The award-winning Red Sea liveaboard Whirlwind was left sitting at an angle on a shallow sandbank after hitting a pinnacle and causing damage to the hull as it left its moorings last week.
Thankfully, no guests were injured in the incident, and the Tornado Marine Fleet vessel is now safely in drydock in Safaga having the damage assessed and being repaired ready to take to the seas again.
According to Angela Nordin from UK representatives Scuba Travel, Whirlwind struck the pinnacle as it untied from her night moorings in the lagoon at Small Crack – a location that will be familiar to many who have been on northern safaris – and the captain promptly sailed the boat to a shallow sandbank, where it came to rest at an angle in approximately 2m of water.
A mayday was not issued in this instance as it was quickly apparent that there was no immediate threat to life, but the Wind K and the Black Pearl – as the name suggests, a replica pirate ship – from the Tornado Marine Fleet were called to assist, and on their arrival, the crew and guests were transferred by RIB tender along with their dive kit and personal belongings.
Angela confirmed that the initial assessment at this stage was that Whirlwind had taken on water, but was stable (resting on the shallow bottom) and the crew worked to patch the damage to the hull between the bow and mid-section, as well as begin pumping water out from the lower deck.
Due to current UK FCO regulations for British Citizens and Sharm Airport, a decision was taken very early on in the morning that it would be best to return the customers to Hurghada, where they would be able to regroup. The initial plan was to deploy Tempest to sail to meet the customers (Sharm boats are not able to dock in Hurghada), but unfortunately, the coast guard offices were closed until 9am (Egyptian time) and by the time Tornado’s ground crew finally secured the necessary paperwork and permissions for Tempest to depart from Hurghada, it was around 12.30. Later that afternoon, the guests were able to disembark from Black Pearl at Small Crack and begin the journey back to Hurghada on Tempest, which docked back in Hurghada around 8pm, from where they were transported to the Marriott.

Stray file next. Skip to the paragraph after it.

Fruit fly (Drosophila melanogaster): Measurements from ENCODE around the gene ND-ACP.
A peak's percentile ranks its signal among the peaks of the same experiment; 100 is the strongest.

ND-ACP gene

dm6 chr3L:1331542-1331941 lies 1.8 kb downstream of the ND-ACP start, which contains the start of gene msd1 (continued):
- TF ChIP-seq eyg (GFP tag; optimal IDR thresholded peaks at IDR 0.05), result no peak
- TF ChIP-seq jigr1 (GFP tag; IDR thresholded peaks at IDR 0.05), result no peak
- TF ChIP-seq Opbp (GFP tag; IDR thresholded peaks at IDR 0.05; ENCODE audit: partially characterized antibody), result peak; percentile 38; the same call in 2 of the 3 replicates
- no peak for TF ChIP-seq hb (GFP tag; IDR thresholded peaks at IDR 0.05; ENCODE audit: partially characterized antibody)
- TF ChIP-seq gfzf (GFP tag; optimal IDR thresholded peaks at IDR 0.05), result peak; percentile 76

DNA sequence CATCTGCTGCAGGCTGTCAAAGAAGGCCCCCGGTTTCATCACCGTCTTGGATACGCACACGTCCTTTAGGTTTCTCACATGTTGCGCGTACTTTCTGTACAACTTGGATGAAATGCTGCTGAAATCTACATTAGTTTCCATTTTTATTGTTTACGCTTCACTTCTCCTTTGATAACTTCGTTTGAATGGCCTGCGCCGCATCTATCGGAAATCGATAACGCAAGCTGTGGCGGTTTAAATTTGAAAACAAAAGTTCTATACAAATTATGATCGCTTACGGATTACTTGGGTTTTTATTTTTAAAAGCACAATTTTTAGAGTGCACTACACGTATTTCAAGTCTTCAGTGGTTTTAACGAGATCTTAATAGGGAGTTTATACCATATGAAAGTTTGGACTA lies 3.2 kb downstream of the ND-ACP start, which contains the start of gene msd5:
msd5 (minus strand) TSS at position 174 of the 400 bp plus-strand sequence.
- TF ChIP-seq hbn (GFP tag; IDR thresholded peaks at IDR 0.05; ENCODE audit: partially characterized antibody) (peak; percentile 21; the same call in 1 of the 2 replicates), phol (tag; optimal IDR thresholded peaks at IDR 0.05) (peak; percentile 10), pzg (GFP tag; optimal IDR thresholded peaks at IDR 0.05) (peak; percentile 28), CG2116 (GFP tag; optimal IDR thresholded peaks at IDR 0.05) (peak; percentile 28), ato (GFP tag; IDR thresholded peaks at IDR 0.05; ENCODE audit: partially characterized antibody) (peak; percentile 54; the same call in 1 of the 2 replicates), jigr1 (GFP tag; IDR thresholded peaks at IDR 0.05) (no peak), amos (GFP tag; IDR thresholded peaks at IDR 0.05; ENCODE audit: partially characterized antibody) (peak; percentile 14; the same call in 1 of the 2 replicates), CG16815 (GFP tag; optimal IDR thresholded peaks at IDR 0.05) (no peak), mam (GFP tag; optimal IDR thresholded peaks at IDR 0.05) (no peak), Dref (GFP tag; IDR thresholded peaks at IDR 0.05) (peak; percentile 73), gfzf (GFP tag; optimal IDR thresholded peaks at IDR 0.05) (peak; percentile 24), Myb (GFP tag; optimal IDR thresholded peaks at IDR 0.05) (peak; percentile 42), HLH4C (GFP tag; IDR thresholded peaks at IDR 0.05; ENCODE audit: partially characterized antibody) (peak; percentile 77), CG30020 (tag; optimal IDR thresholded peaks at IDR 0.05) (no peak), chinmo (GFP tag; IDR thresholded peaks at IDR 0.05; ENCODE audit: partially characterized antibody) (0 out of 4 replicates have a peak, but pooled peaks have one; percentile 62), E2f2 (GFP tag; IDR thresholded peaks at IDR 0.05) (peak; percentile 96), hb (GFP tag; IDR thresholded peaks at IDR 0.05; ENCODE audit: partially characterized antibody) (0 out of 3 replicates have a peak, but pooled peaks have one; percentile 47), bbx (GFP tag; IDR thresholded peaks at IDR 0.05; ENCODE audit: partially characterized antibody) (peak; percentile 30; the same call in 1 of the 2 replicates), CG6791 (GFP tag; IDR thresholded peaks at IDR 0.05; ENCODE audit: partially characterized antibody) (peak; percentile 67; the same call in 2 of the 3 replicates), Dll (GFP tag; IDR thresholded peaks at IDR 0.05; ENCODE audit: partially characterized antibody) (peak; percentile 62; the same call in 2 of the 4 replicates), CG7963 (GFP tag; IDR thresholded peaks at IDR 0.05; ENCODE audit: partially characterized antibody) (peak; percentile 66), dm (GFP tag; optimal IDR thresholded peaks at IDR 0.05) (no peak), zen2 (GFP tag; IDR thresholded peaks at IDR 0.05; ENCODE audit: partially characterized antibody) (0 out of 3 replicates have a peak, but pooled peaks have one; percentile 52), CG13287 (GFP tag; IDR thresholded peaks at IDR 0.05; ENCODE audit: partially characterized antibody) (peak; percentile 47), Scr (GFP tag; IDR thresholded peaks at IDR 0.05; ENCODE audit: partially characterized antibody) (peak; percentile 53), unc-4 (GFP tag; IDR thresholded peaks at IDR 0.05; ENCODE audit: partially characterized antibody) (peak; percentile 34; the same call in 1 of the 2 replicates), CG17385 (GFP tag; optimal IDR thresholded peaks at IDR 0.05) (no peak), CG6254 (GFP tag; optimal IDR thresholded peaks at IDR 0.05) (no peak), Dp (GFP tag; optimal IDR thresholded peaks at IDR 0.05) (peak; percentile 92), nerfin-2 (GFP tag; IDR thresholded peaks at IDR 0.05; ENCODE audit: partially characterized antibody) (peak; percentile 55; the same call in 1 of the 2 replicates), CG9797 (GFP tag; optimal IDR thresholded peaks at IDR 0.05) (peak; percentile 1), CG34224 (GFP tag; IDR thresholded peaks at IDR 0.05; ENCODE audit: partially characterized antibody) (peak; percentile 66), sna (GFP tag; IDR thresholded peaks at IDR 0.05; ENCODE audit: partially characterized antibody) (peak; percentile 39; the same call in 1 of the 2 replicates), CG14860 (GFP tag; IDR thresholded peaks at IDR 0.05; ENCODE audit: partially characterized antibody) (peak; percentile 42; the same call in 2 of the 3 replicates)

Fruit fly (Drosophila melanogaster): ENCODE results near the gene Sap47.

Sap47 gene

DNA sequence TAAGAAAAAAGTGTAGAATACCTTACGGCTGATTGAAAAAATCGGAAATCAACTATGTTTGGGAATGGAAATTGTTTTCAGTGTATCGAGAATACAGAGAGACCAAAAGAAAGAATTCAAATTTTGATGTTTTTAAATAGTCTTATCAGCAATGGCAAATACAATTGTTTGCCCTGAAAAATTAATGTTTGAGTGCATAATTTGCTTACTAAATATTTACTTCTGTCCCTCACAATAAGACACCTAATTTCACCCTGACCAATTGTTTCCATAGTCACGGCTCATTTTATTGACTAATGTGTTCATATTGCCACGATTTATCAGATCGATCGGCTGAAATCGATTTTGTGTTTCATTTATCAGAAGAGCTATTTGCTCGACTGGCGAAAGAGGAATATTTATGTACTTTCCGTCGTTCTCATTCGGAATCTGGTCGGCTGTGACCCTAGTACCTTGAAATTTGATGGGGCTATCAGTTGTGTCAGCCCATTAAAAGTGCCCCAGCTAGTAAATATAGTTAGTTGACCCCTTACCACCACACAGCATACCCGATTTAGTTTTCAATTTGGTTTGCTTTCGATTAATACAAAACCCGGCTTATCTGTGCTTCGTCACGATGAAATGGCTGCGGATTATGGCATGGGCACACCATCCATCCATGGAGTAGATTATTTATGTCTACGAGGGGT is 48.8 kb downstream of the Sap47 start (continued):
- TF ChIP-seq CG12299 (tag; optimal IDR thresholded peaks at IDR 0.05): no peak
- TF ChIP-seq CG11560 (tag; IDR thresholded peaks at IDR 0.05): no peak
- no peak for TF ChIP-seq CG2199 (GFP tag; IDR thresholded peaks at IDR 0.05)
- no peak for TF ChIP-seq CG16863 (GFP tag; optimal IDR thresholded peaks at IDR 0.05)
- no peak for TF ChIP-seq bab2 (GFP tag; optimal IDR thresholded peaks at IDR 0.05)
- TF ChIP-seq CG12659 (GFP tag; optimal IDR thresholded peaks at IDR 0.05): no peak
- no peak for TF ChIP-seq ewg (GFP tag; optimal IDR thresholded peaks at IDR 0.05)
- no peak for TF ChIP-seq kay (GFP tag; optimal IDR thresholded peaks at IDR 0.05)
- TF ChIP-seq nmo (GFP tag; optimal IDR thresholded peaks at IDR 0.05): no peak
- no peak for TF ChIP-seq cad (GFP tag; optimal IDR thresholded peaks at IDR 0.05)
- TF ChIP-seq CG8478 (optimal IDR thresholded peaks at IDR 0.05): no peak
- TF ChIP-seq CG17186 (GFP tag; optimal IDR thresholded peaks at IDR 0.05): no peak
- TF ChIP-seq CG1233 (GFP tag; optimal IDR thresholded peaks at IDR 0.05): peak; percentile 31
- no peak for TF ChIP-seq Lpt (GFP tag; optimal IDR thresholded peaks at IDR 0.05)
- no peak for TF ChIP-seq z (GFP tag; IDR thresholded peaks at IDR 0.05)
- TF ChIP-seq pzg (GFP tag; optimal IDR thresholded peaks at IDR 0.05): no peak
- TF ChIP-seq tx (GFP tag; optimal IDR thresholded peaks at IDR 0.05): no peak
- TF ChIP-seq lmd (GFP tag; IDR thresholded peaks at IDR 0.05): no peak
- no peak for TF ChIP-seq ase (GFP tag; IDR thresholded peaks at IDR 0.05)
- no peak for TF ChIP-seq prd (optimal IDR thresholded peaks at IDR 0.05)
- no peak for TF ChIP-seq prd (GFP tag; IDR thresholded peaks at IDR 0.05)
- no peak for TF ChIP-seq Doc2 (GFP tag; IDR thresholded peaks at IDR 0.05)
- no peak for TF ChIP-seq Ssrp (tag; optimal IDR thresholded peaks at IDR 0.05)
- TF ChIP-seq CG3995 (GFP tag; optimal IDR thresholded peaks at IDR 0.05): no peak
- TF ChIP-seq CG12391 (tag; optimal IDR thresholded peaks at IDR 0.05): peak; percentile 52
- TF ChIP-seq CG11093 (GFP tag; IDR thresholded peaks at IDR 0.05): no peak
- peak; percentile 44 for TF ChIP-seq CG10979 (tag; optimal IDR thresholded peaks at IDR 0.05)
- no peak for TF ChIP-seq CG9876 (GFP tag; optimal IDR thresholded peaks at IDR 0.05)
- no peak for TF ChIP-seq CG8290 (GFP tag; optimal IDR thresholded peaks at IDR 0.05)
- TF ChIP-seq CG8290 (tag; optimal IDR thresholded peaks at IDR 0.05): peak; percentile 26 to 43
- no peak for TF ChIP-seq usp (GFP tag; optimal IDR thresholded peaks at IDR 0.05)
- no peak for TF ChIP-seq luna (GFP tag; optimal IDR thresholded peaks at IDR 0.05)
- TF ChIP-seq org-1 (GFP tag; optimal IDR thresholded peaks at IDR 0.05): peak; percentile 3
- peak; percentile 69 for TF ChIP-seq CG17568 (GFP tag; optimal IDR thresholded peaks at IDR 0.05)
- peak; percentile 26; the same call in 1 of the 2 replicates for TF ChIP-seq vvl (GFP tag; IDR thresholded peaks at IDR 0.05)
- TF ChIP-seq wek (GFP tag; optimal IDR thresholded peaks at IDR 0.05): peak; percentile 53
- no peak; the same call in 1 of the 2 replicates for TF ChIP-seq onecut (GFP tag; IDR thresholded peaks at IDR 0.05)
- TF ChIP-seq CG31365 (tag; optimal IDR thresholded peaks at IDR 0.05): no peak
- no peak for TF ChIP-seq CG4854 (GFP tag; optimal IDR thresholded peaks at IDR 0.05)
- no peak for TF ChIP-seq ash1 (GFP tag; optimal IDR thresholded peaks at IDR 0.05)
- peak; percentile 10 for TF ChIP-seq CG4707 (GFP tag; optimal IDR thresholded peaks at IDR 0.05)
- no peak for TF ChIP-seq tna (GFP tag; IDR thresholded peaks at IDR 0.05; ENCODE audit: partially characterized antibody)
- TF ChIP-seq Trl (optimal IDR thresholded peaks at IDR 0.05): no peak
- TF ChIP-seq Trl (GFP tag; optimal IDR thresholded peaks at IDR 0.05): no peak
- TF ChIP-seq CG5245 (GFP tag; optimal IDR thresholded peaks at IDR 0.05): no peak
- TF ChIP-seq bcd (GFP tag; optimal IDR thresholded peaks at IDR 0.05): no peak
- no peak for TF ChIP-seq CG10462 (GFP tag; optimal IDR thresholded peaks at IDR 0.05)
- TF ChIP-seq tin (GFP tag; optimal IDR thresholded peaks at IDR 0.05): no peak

Angela said: “Our office and Tornado Marine Fleet have maintained contact with those on board since the incident – both in person and by phone and email. We never want any diver to go through this kind of experience. Some divers opted to head back out for their final day’s diving on Friday. Others chose to rest up at the hotel until their return flight to the UK on 17 August (Saturday).
“Whirlwind has welcomed over 10,000 divers over the years without any such incident, but we extend our sincere apologies to those on board this week whose experience was not one any of us would ever want to repeat.”
She added: “Some people have asked about the reef. The main reef at Small Crack itself was not struck. Whirlwind made contact with a rocky outcrop inside the lagoon. She did not leak diesel or other such materials into the water.”
She concluded: “Whirlwind is now in dry dock in Safaga and repair work is being carried out. We will release an update as soon as we can about her return to service. We would also like to thank the team at Tornado and Traveline on the ground in Hurghada. This has been a tough time for every person involved, and we recognise their efforts in achieving a safe outcome for all on board at the time.
“If you are due to travel on Whirlwind in the upcoming weeks, rest assured we are doing everything we can to minimise the disruption to your holiday. We would like to reassure you that your holiday will still be going ahead, and for the coming weeks a replacement Tornado Marine Liveaboard has been made available to us, so we can guarantee the same itinerary, excellent crew and guides that you were expecting. We thank you in advance for your patience as we work through the scheduled trips in order of travel.”
For more information, you are asked to contact Scuba Travel on (01483) 411590 or email: firstname.lastname@example.org
Photographs courtesy of Scuba Travel/Tornado Marine Fleet and Marnie Starr